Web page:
Clio’s Super Bowl Commentary

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Clio’s Super Bowl Commentary

Alice Knowlton, Editor in Chief

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Let me tell you a story, friends.

The year is 3145. A dry February breeze rattles through the crumbling remains of Gillette Stadium and sets a yellowed paper napkin fluttering in the ashen air. On the immortal turf field, hulking figures in tight-tight white trousers mill about, disoriented. Their handlers rush onto the plastic grass to herd them back to their enclosures. A feeble whistle blows. The New England Patriots have once again won the Super Bowl, just as they have every February since the dawn of recorded time. The stands are nearly silent, their only occupants the roaches and Danny M from Southbridge, MA. The halftime performance was by Jimmy Buffett. He is the sole surviving musician, his sanctum at Margaritaville preserving him in perpetuity from the ravages of time. Just as it has always been. Suddenly, the roaches gasp and Danny M looks up from his Miller Lite. Fighting against the stream of exiting defensive lineman, Bill Belichick makes his way to the center of the field, crunching the bloodstains in the turf beneath his loafers. His grizzled face is dry and cadaverous, like a mummy, but his beady eyes still glint with damp sinister light. He pauses at the center of the stadium. All eyes are on his athleisure-clad husk of a body. “That’s enough,” he croaks. “We’re done here.”

For a moment, the stadium stands in utter silence, his words drifting in the desolate atmosphere like so many tumbleweeds. Then, the still air resounds with an almighty boom as the turf field cracks open. From the immense chasm pour forth centuries of the dead, their sweaty shoulder pads still clinging to cracked skeletons and their scattered teeth chattering in their dented skulls. It is the end of days. The dull grey clouds part, and a light shines down from the heavens. It is Tom Brady, the mythic hero, welcoming his compatriots to that big stadium in the sky. Golden drops of sweat drip from his luminous face and fall like sweet rain on the parched earth. The football players stream towards the light, pounding each other’s helmets in pure ecstasy. The Kansas City Chiefs look upon the sight and smile in relief as one by one they crumble into dust and are finally at peace. Belichick’s corporal self ascends into the heavens, carried aloft by Rob Gronkowski. The Earth is consumed in fire and guac.

God, I hate football. Why does this whole friggin’ country find it such a huge friggin’ deal? Every year a bunch of overpaid beef-necks duke it out and almost every year a bunch of grown men in ill-fitting Patriots jerseys take beer baths and pretend their unholy occupation with other people’s games is a worthwhile pursuit just because their stupid team carried home another set of gaudy rings. I miss the days when manhood meant being good at knocking other people off moving horses instead of yelling at a screen and swilling queso.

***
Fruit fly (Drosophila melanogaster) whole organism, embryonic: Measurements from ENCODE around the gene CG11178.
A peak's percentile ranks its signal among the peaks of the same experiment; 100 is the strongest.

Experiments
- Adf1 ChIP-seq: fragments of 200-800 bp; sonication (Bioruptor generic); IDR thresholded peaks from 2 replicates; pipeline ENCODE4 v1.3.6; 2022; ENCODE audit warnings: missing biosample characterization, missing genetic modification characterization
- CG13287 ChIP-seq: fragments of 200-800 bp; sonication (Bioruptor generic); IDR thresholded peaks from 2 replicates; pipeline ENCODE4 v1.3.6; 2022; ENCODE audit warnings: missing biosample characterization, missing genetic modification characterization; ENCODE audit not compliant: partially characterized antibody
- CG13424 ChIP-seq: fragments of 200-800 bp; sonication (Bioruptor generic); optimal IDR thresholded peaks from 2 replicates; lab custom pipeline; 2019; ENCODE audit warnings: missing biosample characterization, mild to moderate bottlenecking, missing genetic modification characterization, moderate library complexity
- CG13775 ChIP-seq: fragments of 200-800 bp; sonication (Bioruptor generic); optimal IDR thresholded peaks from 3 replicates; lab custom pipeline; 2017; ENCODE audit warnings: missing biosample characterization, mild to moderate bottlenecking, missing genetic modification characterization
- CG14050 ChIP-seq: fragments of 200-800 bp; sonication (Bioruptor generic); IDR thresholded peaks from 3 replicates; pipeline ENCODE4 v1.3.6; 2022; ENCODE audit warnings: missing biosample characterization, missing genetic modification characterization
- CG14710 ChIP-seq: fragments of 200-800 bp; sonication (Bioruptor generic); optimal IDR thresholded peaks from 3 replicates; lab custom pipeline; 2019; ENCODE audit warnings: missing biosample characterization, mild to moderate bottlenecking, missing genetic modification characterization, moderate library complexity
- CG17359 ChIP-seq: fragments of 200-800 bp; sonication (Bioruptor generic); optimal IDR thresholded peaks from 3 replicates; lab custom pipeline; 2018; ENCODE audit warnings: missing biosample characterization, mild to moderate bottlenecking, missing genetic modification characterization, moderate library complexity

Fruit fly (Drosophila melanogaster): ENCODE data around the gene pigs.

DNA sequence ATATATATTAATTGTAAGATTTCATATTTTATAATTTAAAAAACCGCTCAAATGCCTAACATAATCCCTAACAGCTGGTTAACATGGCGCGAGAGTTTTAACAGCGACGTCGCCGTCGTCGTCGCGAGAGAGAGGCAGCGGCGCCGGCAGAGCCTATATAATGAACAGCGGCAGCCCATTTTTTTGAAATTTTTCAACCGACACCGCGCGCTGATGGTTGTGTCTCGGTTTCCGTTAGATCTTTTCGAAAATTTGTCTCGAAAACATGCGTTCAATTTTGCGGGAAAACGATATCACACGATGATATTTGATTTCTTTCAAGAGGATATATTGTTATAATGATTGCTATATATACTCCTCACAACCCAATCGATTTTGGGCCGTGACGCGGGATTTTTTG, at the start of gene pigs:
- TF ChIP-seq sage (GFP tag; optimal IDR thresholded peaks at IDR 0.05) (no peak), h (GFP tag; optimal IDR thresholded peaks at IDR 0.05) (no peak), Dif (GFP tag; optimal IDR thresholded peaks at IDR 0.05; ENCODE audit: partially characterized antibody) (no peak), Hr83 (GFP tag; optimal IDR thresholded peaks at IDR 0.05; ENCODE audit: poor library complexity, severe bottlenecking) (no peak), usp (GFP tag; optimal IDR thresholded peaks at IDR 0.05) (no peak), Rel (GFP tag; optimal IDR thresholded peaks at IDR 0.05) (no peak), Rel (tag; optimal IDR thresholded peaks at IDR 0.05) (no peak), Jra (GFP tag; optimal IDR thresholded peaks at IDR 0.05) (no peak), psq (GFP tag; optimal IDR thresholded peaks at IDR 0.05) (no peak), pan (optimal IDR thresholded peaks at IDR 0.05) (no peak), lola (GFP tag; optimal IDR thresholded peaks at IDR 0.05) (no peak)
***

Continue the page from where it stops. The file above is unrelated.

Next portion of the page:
Meanwhile, who spares love for the Bruins? The true sports of the dark season have been driven into comparative obscurity by the overbearing omnipresence of American football. Violence in the Cold, in addition to being the name of my semi-autobiographical self published romance novel about a Soviet sleeper agent, is also a brief description of one of my very favorite sports. Something about mullet culture and sharp shoes resonates with me. Indeed, a great injustice has been committed against nobler, icier pursuits where they are overshadowed by football’s cheap entertainment and heaping profits. The commercialist horde rejoices at the lucrative brutality and the lifestyle of excess it promotes. I’ve heard the Super Bowl ads weren’t even that clever this year. As for Adam Levine, I’m not speaking to him. He let us all down.

Of course, I didn’t actually watch any of the Super Bowl. I watched Heathers instead. My pig watched it though, and he said it sucked. Anyway, that’s my bile for this issue and also coincidentally my senior thesis topic. Football, that is, not Adam Levine or Heathers. I’ve already written papers on those subjects. If you have any questions about how the NFL perpetuates capitalism, toxic masculinity, or bad American interpretations of Mexican food, feel free to volunteer to proofread my draft and I will with great pleasure fill you in.

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